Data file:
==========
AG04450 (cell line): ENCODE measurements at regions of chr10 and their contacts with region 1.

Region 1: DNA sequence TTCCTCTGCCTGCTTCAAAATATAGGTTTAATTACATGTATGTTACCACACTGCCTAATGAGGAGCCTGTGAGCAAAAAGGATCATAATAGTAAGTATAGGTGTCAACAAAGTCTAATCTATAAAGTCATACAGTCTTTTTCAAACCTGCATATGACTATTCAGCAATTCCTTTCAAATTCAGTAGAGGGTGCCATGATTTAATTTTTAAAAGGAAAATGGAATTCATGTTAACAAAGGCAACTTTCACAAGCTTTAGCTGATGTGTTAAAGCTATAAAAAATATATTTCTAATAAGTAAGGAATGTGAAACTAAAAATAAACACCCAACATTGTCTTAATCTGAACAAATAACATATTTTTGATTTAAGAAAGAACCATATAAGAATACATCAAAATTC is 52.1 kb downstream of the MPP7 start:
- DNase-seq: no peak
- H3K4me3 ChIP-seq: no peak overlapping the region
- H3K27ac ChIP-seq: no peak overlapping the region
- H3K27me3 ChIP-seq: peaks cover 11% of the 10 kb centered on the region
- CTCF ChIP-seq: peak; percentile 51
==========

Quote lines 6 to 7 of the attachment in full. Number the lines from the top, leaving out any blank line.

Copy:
- H3K27me3 ChIP-seq: peaks cover 11% of the 10 kb centered on the region
- CTCF ChIP-seq: peak; percentile 51